Beer, wine and liquor: Are they making you fat?

Alcohol consumption inspires a variety of dietary questions. How many calories in a bottle of beer? Does red wine have more calories than white wine? And you don't even want to know the amount of calories in eggnog.

Alcohol and body weight

The calories in alcohol add up to increased body fat. Not a pretty sight. Consider these points:

  • Calories in alcohol are used before stored fat calories. There goes the theory that drinking a beer (or two) after a workout counts as a fluid replacement. In reality, post-exercise alcohol is a straight-to-the-fat-pads beverage.
  • People who are overweight actually gain weight more easily when they drink alcohol.
  • Calories from alcohol tend to be stored in the abdomen. If you want six-pack abs, abstain from alcohol.

Calorie content of common alcoholic beverages

Although alcohol itself doesn't contain fat, it is packed with calories. And when you add in mixers, juice, sugar, and other ingredients, the calories can really add up.


Non-alcoholic beer actually has the same calories as beer with alcohol: 148 calories in 12 ounces. Drinking light beer, you'll only take in 99 calories per 12 ounces. One six-pack has more than 800 calories (and that's without the chips and dip).


Dry wine contains fewer calories than sweet: 106 calories for 5 ounces of dry wine and a whopping 226 calories for 5 ounces of sweet dessert wine (without the chocolate mousse). If you drink a glass of wine before dinner, another glass with dinner and a sweet wine for dessert, you've added more than 400 calories to your meal.

You'll be glad to hear that champagne contains the same amount of calories as other dry wines, 106 calories per 5 ounces.

The hard stuff

The calories in gin, rum, vodka or whiskey depends on the proof, which is twice the percentage of alcohol. For example, 90 proof vodka contains 45 percent alcohol; 100 proof contains 50 percent alcohol. And it's easy to guess which has more calories: The higher the proof, the higher the calories. Here's the damage:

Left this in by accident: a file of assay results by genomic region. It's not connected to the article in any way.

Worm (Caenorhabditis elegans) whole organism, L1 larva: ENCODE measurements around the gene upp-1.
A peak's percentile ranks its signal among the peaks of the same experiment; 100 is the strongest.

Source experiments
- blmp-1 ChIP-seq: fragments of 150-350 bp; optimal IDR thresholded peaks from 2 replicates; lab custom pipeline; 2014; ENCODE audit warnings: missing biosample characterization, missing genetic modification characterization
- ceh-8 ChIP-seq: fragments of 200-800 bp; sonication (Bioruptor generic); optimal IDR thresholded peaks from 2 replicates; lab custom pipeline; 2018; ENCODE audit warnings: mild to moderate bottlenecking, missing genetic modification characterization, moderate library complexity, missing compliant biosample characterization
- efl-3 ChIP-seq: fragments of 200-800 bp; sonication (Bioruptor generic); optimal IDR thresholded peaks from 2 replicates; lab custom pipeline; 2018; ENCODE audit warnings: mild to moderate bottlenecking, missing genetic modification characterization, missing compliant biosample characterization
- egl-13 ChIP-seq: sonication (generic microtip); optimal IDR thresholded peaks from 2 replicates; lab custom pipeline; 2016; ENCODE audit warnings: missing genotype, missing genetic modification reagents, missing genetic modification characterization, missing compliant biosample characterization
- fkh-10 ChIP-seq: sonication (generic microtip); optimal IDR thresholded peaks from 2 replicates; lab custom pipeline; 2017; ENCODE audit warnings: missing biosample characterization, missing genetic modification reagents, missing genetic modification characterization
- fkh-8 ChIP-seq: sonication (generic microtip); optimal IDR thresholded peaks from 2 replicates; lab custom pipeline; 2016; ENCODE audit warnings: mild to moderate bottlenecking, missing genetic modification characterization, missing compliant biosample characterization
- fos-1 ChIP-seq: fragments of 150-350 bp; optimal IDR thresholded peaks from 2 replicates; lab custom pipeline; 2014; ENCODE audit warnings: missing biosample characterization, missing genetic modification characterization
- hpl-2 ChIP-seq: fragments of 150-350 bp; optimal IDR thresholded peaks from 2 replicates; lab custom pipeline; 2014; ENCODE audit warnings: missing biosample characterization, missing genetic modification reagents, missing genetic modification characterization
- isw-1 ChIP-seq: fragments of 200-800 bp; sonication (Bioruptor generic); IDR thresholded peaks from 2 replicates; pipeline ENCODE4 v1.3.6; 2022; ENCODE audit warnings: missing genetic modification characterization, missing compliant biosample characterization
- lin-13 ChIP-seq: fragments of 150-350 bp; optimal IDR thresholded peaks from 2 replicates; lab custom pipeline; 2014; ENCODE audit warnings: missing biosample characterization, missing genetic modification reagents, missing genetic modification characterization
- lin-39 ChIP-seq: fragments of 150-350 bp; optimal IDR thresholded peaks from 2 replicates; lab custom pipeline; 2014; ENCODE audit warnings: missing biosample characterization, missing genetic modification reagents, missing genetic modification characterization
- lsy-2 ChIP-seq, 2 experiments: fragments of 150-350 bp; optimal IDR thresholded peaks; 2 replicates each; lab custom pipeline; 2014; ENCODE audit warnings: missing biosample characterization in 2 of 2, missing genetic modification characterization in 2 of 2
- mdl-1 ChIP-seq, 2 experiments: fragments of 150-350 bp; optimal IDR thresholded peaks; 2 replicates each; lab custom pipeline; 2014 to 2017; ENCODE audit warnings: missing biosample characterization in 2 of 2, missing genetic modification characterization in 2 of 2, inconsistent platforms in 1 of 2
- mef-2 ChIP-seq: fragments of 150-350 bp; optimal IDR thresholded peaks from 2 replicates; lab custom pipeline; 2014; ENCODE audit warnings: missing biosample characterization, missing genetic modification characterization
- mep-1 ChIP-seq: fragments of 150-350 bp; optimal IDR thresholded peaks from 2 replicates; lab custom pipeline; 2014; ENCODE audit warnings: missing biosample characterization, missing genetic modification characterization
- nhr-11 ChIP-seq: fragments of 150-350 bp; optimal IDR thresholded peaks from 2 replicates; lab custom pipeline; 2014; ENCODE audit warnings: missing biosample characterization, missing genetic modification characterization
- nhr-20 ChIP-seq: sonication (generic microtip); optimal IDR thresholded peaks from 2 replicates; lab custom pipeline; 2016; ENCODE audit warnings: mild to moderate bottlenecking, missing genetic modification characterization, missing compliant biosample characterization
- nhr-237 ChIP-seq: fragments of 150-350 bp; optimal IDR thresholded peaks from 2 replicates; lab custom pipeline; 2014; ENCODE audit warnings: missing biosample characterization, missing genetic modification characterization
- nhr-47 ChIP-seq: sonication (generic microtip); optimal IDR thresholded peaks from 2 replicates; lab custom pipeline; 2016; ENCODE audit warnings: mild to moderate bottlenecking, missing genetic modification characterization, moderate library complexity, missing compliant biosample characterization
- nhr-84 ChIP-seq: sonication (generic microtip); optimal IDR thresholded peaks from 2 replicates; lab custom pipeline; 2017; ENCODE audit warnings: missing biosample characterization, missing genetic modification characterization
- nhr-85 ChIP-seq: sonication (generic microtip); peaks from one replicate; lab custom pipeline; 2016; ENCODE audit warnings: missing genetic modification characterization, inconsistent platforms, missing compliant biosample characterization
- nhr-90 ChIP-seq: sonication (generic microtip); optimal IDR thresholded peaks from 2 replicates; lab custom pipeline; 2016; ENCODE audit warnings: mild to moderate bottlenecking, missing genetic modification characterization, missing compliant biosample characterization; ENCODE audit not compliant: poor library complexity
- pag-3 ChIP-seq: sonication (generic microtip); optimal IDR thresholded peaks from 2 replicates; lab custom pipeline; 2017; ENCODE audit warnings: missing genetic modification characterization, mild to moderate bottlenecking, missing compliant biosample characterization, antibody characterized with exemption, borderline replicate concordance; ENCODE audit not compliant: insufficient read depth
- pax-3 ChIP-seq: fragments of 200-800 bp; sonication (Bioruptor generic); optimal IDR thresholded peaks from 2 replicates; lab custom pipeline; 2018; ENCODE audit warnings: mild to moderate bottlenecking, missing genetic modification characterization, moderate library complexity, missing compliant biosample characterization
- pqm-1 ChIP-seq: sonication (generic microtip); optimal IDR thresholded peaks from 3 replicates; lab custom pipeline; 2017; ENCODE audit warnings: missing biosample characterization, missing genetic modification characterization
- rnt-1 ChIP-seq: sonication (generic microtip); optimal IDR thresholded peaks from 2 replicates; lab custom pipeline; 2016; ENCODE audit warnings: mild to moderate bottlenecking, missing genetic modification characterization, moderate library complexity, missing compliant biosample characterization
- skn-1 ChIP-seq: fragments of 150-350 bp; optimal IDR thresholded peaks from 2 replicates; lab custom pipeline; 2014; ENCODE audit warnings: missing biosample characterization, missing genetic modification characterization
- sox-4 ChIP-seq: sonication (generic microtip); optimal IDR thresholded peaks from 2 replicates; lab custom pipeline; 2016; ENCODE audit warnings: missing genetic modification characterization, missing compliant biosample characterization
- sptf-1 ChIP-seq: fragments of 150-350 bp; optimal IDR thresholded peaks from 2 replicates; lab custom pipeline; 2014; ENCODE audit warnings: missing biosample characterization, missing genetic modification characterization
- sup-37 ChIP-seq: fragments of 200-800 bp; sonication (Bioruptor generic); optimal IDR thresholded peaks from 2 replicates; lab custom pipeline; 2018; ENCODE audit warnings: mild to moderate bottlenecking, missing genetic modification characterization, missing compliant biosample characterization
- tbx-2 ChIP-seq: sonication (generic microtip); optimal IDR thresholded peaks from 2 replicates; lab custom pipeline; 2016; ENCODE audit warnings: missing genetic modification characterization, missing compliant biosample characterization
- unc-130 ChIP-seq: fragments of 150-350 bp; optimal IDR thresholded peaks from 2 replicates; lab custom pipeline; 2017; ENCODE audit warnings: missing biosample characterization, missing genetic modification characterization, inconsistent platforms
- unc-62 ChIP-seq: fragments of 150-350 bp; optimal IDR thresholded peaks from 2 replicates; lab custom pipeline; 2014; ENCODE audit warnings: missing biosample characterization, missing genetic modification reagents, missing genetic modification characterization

• 1 1/2 ounces 80 proof contains 97 calories
  • 1 1/2 ounces 90 proof contains 110 calories
  • 1 1/2 ounces 100 proof contains 124 calories

Calorie content of other types of liquor varies greatly. If you're watching your weight, choose cordial, at only 20 calories per 1 1/2 ounces. Schnapps has 108 calories per 1 1/2 ounces, but 1 1/2 ounces of creme de menthe will set you back 186 calories.

Mixed drinks

Obviously, the larger the drink the higher the calorie content. If your favorite watering hole serves pond-sized margaritas, you can easily drink more than 400 calories (without the tortilla chips and guacamole). Choose a more petite 2-ounce Manhattan and you'll only drink 128 calories. Here are common serving sizes and calorie amounts for your favorite drinks:

  • 5-ounce Blood Mary: 115 calories (and the celery adds less than 5 calories)
  • 8-ounce eggnog: 490 calories (remember I said you wouldn't believe this)
  • 7.5-ounce gin and tonic: 171 calories
  • 4.5-ounce pina colada: 262 calories
  • 3-ounce whiskey sour: 122 calories

    Adding it all up

One beer every night adds 1,036 additional calories per week, or 15 pounds, to your stomach per year. No wonder they call it a beer belly. Three glasses of dry wine a week will cost you 318 calories, which takes an additional three miles on the treadmill just to walk off the extra calories. If you're watching your weight, try this advice:

  •  Don't drink alcohol on a regular basis.
  •  Remember that the calories from alcohol add up quickly, and they go straight to the fat in your abdomen.
  •  Most people eat high calorie snacks when they drink alcohol, a double whammy in terms of weight gain.

Suddenly, water with a twist of lemon never looked so good.

A version of this story originally appeared on iVillage.